NOW THAT the coronavirus-delayed Tokyo Olympics are officially over and weightlifter Hidilyn Diaz — bless her heart — captured the country’s first Olympic gold medal in 97 years, it’s time to talk about the 10 things that we know about the Filipinos and the world’s biggest and most prestigious sporting event.
Most of the information can also be found in various websites on the internet, while others were shared by our long time friend-historian Red Dumuk.
1.The Philippines participated in the Olympics for the first time in Paris in 1924, with sprinter David Nepomuceno competing in both the 100-m and 200-meter dash. Nepomuceno, however, failed to advance.
The Philippines also holds the distinction as the first country from Southeast Asia to compete and, later in 1928, win a medal
2.With the 1-2-1 gold-silver-bronze medal harvest in Tokyo, the Filipinos have now won a total of 14 medals: one gold, five silvers and eight bronzes.
Only four sports, however, managed to deliver a medal with four coming from boxing and two each from weightlifting, athletics and swimming.
3.Swimmer Teófilo Yldefonso of Ilocos Norte was the first Filipino to win an Olympic medal — a bronze in the men’s 200-m breaststroke in 1928 Amsterdam.
Nicknamed the “Ilocano Shark”, Yldefonso added another bronze medal in the 1932 Los Angeles to become the first Filipino multiple winner.
More than eight decades later, weightlifter Hidilyn Diaz of Zamboanga surpassed Yldefonso’s feat when she bagged the silver in 2016 Rio de Janeiro and the gold in 2021 Tokyo.
To this date, only Yldefonso and Diaz have won multiple medals.
4. The Philippines has competed in every edition of the Olympics since its debut in 1924 Paris except in 1980 Moscow when the country participated in the American-led boycott.
A total of 514 athletes have represented the country from 1924 to 2021. The biggest delegation was in the 1972 Munich, with a total of 53 athletes. including the star-studded basketball team. It was also the last time that the country participated in team sports.
Except for only one athlete (Yldefonso) in 1924, four athletes (Yldefonso, Simeon Toribio, Anselmo Gonzaga and Tuburan Tamse) in 1928 Amsterdam and eight athletes in 1932 Los Angeles, the two leanest Philippine delegations were 11 athletes in the 2012 London and 12 athletes in 1995 Atlanta.
5. Before the amazing four-medal haul in Tokyo, the Philippines’ best performance came in 1932 Los Angeles with three bronzes from Yldefonso (swimming), Simeon Toribio (athletics/high jump) and Jose Villanueva (boxing/bantamweight.).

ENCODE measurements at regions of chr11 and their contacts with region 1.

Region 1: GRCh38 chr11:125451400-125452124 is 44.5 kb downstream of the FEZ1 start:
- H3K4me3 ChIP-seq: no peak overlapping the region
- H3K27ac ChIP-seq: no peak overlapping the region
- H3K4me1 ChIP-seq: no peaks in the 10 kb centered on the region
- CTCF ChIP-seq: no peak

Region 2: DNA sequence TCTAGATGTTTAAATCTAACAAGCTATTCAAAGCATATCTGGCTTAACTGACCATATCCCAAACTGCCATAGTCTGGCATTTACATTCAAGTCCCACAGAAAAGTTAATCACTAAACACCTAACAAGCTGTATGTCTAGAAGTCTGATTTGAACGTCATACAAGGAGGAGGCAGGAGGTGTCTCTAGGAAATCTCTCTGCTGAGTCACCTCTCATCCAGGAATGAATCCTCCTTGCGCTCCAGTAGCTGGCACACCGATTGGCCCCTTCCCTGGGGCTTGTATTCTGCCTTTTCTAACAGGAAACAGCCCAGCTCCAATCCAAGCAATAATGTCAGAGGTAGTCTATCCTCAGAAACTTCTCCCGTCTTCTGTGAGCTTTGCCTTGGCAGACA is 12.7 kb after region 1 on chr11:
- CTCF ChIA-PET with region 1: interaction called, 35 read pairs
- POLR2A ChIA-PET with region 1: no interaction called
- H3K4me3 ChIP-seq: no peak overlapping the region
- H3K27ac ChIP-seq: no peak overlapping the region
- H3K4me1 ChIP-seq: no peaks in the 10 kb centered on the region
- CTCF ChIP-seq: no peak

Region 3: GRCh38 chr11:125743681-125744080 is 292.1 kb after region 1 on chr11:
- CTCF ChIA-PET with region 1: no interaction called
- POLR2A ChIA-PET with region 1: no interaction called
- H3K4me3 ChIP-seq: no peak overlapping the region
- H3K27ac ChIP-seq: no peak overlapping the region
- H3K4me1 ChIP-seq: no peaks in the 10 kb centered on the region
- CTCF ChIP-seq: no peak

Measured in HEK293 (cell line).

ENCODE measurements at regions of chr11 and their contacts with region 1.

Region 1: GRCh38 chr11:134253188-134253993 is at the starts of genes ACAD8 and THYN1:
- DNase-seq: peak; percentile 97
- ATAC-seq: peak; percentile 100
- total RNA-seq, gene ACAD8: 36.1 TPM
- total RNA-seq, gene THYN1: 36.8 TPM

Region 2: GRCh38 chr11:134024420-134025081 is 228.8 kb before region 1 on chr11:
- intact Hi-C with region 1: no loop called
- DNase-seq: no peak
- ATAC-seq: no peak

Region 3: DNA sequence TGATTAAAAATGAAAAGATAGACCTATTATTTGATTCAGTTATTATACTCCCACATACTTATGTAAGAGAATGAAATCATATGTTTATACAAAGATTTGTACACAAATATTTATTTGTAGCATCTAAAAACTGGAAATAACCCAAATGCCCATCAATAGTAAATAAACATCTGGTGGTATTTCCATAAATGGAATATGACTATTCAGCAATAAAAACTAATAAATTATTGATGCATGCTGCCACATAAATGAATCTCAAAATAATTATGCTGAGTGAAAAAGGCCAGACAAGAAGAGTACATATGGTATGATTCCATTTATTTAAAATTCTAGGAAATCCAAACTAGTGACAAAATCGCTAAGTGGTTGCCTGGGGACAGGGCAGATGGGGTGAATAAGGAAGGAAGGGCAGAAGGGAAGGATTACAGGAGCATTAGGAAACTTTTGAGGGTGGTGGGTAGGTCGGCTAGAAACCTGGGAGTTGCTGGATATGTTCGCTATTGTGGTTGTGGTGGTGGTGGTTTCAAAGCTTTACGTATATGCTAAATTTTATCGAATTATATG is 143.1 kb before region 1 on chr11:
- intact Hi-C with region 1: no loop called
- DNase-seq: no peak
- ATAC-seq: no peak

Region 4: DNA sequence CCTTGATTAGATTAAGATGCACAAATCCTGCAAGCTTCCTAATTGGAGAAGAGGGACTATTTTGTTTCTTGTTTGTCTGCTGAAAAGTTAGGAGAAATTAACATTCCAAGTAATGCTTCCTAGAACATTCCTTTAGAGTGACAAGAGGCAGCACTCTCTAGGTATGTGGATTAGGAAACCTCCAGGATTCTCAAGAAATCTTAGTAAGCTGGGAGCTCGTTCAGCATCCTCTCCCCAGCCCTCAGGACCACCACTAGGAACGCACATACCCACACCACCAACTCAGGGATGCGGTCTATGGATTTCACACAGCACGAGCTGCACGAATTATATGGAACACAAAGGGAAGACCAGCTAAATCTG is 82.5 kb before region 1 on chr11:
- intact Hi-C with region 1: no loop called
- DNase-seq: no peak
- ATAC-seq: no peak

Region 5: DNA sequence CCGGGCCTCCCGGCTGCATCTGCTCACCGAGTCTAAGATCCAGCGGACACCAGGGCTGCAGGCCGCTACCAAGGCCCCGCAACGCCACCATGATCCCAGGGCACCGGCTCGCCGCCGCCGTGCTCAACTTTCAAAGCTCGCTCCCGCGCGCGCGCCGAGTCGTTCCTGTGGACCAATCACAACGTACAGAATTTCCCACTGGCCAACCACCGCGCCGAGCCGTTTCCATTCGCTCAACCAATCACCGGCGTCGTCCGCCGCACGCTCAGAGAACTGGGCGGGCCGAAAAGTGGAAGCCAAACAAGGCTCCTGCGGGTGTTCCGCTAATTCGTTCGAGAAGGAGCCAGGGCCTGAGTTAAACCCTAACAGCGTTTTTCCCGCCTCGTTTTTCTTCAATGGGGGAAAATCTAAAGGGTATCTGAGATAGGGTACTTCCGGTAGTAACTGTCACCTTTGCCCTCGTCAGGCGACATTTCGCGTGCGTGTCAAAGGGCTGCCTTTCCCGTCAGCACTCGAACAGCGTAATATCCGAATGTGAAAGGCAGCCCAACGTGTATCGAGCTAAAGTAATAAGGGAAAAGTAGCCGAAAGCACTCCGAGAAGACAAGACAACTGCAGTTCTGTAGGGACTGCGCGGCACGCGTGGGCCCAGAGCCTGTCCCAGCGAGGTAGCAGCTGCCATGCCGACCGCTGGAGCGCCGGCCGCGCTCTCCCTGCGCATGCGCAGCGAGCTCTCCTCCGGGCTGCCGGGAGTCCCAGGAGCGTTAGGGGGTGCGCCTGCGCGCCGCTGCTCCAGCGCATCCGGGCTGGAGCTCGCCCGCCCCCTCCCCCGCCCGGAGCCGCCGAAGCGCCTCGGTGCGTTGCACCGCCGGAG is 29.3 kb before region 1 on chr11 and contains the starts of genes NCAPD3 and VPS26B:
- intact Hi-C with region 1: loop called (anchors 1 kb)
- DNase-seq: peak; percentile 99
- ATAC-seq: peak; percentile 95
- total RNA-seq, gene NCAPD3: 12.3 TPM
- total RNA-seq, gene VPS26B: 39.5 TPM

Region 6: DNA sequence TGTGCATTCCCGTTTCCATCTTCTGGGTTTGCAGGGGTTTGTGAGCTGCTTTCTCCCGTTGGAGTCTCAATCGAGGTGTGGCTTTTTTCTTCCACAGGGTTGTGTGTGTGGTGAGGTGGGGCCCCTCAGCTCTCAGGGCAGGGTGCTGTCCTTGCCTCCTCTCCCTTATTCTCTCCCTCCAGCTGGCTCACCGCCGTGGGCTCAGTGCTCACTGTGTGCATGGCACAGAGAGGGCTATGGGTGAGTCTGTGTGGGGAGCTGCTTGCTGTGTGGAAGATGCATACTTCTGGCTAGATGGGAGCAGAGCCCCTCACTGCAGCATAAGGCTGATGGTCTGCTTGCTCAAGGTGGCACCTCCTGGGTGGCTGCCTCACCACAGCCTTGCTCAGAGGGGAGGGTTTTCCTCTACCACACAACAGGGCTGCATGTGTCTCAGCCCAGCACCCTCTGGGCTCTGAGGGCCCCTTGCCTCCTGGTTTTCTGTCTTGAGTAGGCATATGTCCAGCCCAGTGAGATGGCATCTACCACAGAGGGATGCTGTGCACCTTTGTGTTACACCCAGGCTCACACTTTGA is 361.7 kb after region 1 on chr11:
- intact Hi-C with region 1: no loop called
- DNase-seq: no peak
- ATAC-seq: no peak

The Filipinos went home without a single medal in 13 of 22 Olympics, including a 12-year drought from 2000 Sydney, 2004 Athens, 2008 Beijing and 2012 Beijing.
6.Tokyo proved to be a lucky place for the Philippines. When the Japanese capital hosted the Olympics for the first time in 1964, the Philippines bagged a silver medal thru Anthony Villanueva in men’s featherweight in boxing.
7. Swimmer Tuburan Tamse was the first Muslim Filipino who competed in the Olympics.
A native of Siasi, Sulu Province, Tamse represented the country in the 400-m and 1,500-m freestyle at the age of 17.
Tamse, who.also competed in several Asian Games, later took his master’s degree at the University of Sto. Tomas (UST) and became a chief in the Bureau of Internal Revenue (BIR), Zamboanga City. He died in 1985 at the age of 7.
8. On record, swimmer Gertrudes “Tuding” Lozada was the youngest-ever Filipino to represent the country in the Olympics.
Nicknamed the “Baby of the 1956 Melbourne Olympics”, Lozada was only 13 years and 280 days old when she competed in the 100-meter and 400-meter freestyle.
(Akiko Thomson was almost 14 when she competed in her first Olympics in Seoul).
Newspaper reports said that Lozada was also one of the most photographed participants in Melbourne, with even athletes from other countries seeking out the Filipina swimming prodigy to make her acquaintance.
Sixty-five years later, Lozada was enshrined to the Philippine Sports Hall of Fame 2021 by a distinguished panel, headed by PSC Chairman Butch Ramirez and POC president Bambol Tolentino.
9.The Philippines has also won a gold medal in the demonstration sports of bowling courtesy of Arianne Cerdena in 1988 Seoul Olympics and taekwondo thru Stephen Fernandez and Bea Lucero in 1992 Barcelona Olympics.
Although only demonstration sports, Cerdeña and Fernandez and Lucero have proven the Filipinos really have what it takes to win in the world stage — bowling and taekwondo, to be exact.
To this day, Cerdeña’s Seoul Olympics gold medal is remembered fondly not only by bowling fans but sports lovers all over the world.
10. PSC Chairman William “Butch” Ramirez was at the helm of the government sports agency in three of the last four Olympics: 2008 Beijing, 2016 Rio de Janeiro and 2021 Tokyo.
Third time was indeed a charm for Ramirez as the country finall ended its long 96-year gold medal drought in 2021 Tokyo.
What about you? What Olympics moments do you remember the most from 1924 to 2021?
What do you think about 2024 Paris?
NOTES — Belated happy birthday to my sister, Mary Grace Andaya-Ypil, who celebrated last Aug. 5.
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